After thinking about it and noticing where their personal passions lie, they can narrow their focus and say, "This is the music that turns me on the most and that I think has the right relationship to an audience and the kind of ensemble I want to be in." As they become clearer about their mission, their career potential opens up because they are talking to people about it all the time and attracting others who are interested in that idea, which is where opportunities arise. It's important to take the time to get clear about your mission and to give yourself the opportunity to have it change as your life and context change.
KD: And I think that with what you've mentioned about the context of life, you must give yourself flexibility. Sometimes when we set goals for ourselves, we think that if we don't achieve them, we have failed and we are terrible people. But that's not the case. We have to forgive ourselves and recognize that our lives may not develop the way we thought they would when we were 16.
EB: Right, well, depends on what you're pursuing. If you have unrealistic standards of success, you will struggle. When I was in my late teens and early twenties, I heard Joseph Campbell say to follow your bliss. Even though it sounded hippie-ish, it has turned out to be a very practical life strategy. It has carried me for 40 or 50 years without ever having had a job because I have been drawn to work and it has come to me. I have been able to create organizations and projects by pursuing my passions. That is a powerful entrepreneurial strategy and it not only keeps you creatively fulfilled, it can also be financially successful, even if it takes time. Follow your bliss may sound like a nice, hippie guideline, but it can be quite practical.
KD: I think that's the thing. When we think about following our bliss, it's about our happiness. Sometimes we forget that we only have one life and we have to make the most of it by doing things that make us happy and avoiding things that don't. Sometimes we have to do those things in order to get to the next part of what we want. I'm happy with what I do, and I think it's one of the reasons why I was able to create TMAP. It's not only about helping and serving different communities, but it was also a catalyst for change in how we receive information. I learned how to start a business, and I'm still learning. I'm sure you're still learning too, with all the different projects you're involved in.
EB: There's a quote on my email these days that I think really hits the mark. It says, 'The best way to complain is to create.' I think that's exactly what you're doing with T map. In my view, the career path of a young artist is often a mess. Instead of just complaining about it, you're creating a new way forward for the 21st century artist. You're recreating the opportunities that should be available to them instead of just complaining about the current state of affairs.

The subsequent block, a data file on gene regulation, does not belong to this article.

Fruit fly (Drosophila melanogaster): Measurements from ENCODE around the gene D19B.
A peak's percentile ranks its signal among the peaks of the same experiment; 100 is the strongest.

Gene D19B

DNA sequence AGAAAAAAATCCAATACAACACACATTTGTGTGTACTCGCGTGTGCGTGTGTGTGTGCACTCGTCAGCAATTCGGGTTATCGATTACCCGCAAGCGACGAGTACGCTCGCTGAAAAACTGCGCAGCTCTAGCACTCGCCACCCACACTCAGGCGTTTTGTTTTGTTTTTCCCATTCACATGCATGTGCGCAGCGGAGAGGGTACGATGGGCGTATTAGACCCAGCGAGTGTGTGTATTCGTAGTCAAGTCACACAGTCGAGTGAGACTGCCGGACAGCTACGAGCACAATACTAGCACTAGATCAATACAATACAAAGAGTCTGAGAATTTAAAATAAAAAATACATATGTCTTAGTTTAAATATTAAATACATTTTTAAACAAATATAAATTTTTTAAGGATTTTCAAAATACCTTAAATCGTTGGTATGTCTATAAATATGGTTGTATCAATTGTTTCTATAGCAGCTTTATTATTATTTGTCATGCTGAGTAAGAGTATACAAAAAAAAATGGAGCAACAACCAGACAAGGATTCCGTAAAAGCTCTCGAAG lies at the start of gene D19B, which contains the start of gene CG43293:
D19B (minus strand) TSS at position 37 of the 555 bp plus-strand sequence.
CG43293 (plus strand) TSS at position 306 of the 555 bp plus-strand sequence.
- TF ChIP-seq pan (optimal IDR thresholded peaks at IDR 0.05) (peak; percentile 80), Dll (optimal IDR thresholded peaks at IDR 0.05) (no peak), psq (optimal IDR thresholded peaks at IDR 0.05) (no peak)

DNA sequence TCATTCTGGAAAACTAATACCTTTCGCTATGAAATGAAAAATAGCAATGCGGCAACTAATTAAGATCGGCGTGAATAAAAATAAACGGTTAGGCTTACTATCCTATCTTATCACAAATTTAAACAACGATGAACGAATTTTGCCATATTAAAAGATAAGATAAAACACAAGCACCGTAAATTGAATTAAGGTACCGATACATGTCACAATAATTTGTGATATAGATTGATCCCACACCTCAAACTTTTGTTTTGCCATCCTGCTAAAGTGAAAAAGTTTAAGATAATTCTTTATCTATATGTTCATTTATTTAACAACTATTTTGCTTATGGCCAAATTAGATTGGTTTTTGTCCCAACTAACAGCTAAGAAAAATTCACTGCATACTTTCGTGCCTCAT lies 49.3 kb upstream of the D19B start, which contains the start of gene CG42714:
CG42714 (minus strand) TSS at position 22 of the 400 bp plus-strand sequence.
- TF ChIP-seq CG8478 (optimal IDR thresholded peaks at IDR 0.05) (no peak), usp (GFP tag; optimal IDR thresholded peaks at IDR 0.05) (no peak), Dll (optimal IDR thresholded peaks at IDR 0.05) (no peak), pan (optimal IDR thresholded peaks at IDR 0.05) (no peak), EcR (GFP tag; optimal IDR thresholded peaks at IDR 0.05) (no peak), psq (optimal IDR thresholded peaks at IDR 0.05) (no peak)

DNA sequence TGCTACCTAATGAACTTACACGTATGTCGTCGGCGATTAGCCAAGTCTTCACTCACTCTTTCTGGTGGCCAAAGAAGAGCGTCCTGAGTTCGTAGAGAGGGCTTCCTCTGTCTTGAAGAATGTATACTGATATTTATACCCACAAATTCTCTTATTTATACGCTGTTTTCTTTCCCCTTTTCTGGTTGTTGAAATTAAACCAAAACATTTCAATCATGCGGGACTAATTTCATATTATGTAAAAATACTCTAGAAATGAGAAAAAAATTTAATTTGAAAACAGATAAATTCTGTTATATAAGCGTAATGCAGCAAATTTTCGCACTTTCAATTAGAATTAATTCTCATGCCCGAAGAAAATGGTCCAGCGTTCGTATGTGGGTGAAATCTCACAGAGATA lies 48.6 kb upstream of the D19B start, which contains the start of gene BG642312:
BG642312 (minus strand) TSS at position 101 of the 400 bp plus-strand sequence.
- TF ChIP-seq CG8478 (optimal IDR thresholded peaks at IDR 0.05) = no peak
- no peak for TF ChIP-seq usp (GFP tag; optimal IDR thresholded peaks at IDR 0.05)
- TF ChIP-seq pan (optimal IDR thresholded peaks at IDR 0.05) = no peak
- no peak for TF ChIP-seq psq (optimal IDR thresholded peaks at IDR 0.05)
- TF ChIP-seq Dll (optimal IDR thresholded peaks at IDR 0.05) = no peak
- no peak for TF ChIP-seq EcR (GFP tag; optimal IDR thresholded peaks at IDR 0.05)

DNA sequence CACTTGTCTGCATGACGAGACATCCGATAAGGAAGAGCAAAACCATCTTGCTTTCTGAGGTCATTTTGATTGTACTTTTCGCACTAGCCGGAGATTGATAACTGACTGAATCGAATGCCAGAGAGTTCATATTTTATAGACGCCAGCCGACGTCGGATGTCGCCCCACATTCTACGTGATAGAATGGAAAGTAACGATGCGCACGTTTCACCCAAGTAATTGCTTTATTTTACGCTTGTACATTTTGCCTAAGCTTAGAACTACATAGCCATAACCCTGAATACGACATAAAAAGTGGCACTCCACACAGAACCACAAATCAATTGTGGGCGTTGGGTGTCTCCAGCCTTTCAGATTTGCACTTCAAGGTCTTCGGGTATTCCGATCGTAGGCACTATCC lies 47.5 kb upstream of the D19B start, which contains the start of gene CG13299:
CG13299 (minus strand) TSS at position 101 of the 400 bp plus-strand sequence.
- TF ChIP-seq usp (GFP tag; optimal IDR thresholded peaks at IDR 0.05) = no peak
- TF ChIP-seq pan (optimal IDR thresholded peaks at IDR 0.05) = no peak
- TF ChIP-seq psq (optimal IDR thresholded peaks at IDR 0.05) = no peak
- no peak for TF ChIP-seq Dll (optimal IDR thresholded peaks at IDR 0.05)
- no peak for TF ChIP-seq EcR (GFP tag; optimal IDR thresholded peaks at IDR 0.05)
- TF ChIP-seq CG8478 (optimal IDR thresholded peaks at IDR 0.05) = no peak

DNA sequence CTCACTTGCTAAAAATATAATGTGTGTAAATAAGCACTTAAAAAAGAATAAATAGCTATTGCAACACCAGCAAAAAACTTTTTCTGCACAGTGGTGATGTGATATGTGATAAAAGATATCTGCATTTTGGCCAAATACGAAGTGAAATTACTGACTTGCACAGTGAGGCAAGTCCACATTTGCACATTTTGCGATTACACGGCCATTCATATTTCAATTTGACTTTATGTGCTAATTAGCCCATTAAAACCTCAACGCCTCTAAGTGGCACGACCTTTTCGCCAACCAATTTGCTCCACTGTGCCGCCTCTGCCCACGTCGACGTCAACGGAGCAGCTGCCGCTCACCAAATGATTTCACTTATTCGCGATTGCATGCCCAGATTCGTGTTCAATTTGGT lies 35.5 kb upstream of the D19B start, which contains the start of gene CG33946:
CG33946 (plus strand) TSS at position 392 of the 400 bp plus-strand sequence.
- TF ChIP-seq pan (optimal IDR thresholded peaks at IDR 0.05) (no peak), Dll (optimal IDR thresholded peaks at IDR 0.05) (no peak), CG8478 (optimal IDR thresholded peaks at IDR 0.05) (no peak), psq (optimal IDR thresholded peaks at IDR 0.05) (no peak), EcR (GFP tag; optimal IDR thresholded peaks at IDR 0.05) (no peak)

KD: Exactly. It's funny because TMAP is actually a result of many frustrations I've had over the past 15 years as a young professional trying to write a biography about myself. It's tough because in some sense, we have to sell ourselves, but I'm not the type of person who says "Look at me, I'm great." But that's just part of the package when you want to do something. Society is growing and changing so much, and I have to constantly adapt and change, which keeps me on my toes and alive.
EB: I can share a similar story. I had a group of friends who were frustrated that the US government didn't support the arts the way we thought it should. So we created the US Department of Arts and Culture on our own. It became this vibrant public art project that did all kinds of great things in the world that an art department of the government should do. Our favorite moment was when conservative politicians came out and railed against the waste of money on the US Department of Arts and Culture, not realizing it was just us 20 volunteers who had named it and started producing materials like our own State of the Union message and resources for artists working in communities. The ability to make the future the way you want it to be is within you and your listeners. In fact, I think that's the identity of a modern artist.
KD: This has been a great conversation and exchange of ideas. Thank you so much, Eric, for joining us today and sharing your experience and thoughts with us. We look forward to seeing the amazing things you continue to do for the community. Thank you.
EB: My pleasure and thank you for inviting me.
Kristine Dizon is a multi-faceted performer, teacher, writer, author, linguist, and entrepreneur. She is Founder & CEO of the Music & Language Learning Center, The Modern Artist Project and co-founder of the Gran Canaria International Clarinet Festival and American Single Reed Summit. She is an artist for Uebel Clarinets and Silverstein Works. Learn more at www.kristinedizon.com.